Another thing that the paint chart allowed me to do, was quickly explore alternative colour-ways:

My observations of colour (above), led to the creation of 2.5.1 (a) below:

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Here I pushed the flaps through the hole so that colour chips are on the other side of the flap. This allows the colours to interact more directly. I found this arrangement reminded me of a graveyard. The grey flaps, that vary slightly in colour are strong enough to remain open but not all at the same angle. It is this irregularity working against the even size and spacing that suggests tomb stones, shifting as the soil settles. Red seemed the most appropriate colour to mark death, the text suggests grass or grave in between.

For 1.5.1 (b)  I cut flaps in a different sample chart that I had adhered to board with a foam core. Using an incremental approach, I still kept the flaps facing the same direction.

Stabilising the paper chart with board made it much thicker, although the flaps can be opened wide I chose to pull them only slightly proud of the surface. This creates a subtle variation to the surface but the incremental size makes the pattern work. The muted delicacy of the colours is sympathetic to the gradual distortion. I found it really useful to work with paint samples as it forced me to work with colours I wouldn’t normally use, this has added a more contemporary feel to this sample.

SAMPLE 2.5.2 (a) (b)   Flaps with multiple orientations 

The next samples are very similar to 2.5.1, they are still cut from paint charts and are the same size and shape but they now face multiple directions.

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Instantly the grim graveyard effect has gone, so the blues revealing cheerful yellows seems more appropriate. The flaps are more capricious and even though the finish is quite dull appear to flutter and dance, I could imagine this with a metallic finish.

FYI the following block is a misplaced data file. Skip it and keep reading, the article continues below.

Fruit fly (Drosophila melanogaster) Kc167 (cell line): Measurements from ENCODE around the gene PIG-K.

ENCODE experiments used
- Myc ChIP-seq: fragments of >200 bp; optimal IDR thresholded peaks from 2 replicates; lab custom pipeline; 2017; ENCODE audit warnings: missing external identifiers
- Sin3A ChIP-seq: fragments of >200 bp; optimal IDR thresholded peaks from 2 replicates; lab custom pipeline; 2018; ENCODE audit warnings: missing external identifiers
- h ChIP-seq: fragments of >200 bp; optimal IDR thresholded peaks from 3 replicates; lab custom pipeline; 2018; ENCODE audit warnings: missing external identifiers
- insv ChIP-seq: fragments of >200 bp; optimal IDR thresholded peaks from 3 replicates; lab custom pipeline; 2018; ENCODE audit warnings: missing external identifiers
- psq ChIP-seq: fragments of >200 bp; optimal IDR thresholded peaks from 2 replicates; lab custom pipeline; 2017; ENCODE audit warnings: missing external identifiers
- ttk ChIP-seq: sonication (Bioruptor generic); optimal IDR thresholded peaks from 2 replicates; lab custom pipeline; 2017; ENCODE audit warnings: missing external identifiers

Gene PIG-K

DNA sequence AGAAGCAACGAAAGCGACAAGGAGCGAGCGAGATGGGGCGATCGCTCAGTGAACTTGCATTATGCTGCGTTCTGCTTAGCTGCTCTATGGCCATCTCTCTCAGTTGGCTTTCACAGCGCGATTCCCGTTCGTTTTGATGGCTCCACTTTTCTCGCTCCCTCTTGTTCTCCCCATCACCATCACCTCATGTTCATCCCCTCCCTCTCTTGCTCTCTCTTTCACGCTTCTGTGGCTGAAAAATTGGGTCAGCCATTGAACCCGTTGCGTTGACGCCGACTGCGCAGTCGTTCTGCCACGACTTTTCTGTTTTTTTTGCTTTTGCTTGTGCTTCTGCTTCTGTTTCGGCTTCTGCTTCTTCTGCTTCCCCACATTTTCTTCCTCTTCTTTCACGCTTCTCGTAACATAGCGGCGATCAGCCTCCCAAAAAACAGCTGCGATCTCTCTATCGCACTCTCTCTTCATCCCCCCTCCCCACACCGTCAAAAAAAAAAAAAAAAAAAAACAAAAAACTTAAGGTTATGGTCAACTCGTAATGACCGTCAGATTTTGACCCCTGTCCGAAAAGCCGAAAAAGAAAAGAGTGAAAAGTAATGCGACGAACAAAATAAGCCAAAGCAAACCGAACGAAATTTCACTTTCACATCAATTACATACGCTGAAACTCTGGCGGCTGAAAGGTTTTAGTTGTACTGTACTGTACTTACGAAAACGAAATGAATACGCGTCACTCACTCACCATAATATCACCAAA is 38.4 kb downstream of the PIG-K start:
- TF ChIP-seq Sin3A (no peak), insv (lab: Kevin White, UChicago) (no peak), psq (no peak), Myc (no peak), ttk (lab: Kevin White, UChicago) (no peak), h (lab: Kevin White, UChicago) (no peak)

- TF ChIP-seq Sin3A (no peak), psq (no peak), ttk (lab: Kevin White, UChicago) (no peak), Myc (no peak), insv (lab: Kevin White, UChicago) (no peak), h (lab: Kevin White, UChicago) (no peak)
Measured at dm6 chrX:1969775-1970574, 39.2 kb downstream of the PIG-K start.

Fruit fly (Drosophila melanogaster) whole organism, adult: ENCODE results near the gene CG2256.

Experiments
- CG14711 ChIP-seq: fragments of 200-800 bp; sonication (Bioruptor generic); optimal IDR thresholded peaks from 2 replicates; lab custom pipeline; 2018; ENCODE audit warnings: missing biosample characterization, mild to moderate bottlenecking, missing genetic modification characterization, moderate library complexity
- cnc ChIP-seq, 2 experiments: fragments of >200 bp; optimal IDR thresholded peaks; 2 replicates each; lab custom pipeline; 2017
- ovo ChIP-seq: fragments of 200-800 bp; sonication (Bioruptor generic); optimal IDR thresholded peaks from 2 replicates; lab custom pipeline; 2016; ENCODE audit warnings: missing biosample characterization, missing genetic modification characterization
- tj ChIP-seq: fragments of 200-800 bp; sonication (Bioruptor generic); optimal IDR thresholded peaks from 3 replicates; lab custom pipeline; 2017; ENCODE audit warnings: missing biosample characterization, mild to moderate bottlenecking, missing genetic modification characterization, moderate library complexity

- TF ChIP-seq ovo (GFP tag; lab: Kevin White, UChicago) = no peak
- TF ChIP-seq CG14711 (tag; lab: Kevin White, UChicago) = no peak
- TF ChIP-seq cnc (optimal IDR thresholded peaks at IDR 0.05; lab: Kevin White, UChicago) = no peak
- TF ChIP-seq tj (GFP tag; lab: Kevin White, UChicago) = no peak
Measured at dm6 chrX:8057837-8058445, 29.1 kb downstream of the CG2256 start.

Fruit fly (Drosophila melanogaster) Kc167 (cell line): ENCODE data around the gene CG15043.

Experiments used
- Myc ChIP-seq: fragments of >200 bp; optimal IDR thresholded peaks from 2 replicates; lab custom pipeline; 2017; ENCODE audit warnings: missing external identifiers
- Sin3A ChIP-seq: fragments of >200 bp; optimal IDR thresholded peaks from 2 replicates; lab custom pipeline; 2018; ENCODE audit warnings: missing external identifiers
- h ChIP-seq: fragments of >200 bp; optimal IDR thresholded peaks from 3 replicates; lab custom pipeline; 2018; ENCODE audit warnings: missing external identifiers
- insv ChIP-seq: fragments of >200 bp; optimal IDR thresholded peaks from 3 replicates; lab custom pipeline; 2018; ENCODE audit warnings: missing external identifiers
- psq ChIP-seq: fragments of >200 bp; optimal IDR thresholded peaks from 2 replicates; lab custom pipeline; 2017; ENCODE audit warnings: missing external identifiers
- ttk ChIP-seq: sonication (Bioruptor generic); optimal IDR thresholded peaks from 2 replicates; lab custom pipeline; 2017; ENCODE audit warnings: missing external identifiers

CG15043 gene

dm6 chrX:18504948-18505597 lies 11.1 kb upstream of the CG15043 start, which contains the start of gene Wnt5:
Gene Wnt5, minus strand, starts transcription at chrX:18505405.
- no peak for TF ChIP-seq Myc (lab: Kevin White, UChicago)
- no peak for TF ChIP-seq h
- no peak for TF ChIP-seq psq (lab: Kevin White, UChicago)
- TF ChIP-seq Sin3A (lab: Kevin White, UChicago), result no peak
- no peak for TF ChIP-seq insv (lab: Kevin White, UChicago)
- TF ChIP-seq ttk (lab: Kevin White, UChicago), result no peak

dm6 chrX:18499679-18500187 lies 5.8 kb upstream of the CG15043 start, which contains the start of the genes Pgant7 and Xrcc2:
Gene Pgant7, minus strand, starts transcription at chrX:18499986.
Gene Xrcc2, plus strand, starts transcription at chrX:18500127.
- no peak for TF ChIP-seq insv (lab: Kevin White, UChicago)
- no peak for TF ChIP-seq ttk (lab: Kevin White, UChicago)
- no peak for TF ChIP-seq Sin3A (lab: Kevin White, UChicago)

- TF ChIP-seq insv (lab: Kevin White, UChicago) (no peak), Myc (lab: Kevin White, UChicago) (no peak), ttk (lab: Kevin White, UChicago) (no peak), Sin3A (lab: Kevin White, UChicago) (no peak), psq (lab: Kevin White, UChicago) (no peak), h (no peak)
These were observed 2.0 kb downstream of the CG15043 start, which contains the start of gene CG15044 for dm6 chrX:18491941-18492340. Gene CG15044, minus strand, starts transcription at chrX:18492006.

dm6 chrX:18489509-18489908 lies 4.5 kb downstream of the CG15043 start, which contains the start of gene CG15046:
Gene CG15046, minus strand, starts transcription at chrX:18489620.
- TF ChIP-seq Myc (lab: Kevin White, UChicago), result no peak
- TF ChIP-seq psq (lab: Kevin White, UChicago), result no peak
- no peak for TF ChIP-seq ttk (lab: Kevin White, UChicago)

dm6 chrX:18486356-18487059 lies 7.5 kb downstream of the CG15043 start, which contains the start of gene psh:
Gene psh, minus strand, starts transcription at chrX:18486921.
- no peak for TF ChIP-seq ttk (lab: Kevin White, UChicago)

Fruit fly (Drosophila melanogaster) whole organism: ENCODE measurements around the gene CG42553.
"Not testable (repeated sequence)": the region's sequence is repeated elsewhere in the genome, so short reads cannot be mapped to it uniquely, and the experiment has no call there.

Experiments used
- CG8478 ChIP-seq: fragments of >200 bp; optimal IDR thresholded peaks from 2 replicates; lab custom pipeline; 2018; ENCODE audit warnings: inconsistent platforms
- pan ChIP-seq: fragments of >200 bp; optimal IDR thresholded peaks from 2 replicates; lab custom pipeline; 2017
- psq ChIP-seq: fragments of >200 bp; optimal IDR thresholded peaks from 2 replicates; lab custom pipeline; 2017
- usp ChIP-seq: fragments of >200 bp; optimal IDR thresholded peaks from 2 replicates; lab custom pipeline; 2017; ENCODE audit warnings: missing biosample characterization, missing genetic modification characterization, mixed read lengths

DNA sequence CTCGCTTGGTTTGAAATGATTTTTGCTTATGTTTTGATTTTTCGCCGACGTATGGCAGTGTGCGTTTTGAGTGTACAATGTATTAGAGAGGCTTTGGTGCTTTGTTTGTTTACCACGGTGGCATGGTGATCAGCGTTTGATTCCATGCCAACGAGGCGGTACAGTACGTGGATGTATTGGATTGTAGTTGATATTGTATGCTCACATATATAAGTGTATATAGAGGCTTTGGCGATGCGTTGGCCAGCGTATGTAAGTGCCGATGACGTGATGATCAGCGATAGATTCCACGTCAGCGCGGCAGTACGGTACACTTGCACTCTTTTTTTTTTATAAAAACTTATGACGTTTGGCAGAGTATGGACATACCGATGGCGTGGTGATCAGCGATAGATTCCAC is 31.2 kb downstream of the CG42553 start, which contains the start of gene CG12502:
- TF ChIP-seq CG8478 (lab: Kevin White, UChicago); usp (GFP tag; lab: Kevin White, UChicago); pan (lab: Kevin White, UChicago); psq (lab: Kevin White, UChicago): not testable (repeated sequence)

I compared my new surface to the work of Giles Miller. His surface distortions strike me as a slightly more masculine version of what Anne Kyyro Quinn does in felt. The designs of both work in a similar understated way, with all over dimensional pattern that breaks the surface to create a new material. Whereas Kyyro Quinn’s designs are soft and warming, Miller’s are harder and more forceful in the way they command attention. I think it is perhaps his choice of materials, colour and use of straight lines that make me feel this way.

In response to looking at Giles Miller, I produced a larger version of my previous sample:

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 I am really pleased with the way the soft, neutral colours interact with the shadows, the inclusion of colour names also works well. Unfortunately, the draw back of having worked with commercial paint charts is the copyright implications. If I were to develop this idea into a piece of work I would need to create my own coloured grids. Lisa Rodden uses gouache, I think I maybe more inclined to work it in fabric somehow…?

SAMPLE 2.5.3 (a) (b)   Cutting flaps through layers

I still found it useful to work with the paint charts, I felt I was learning so much about colour combinations, this sample was no exception. The cuts are made through multiple layers of a pages from a colour book. This ‘look-book’ contained photographs and images making it rather different from the formal more ‘professional’ one I had used previously.

The ‘look-book’ has produced a much softer effect. Whilst the top flap has been cut from a rectangular chip, the layers below do not necessarily  align. What was revealed were snippets of colour and suggestions of fragmented images. The sample could be bent, curled and manipulated into different forms but it was the random compositions that captured my attention.

I feel quite excited by this tiny little book, created by serendipitous cutting. I have added to some of the randomly generated patterns and definitely see myself developing this as a print or in fabric later.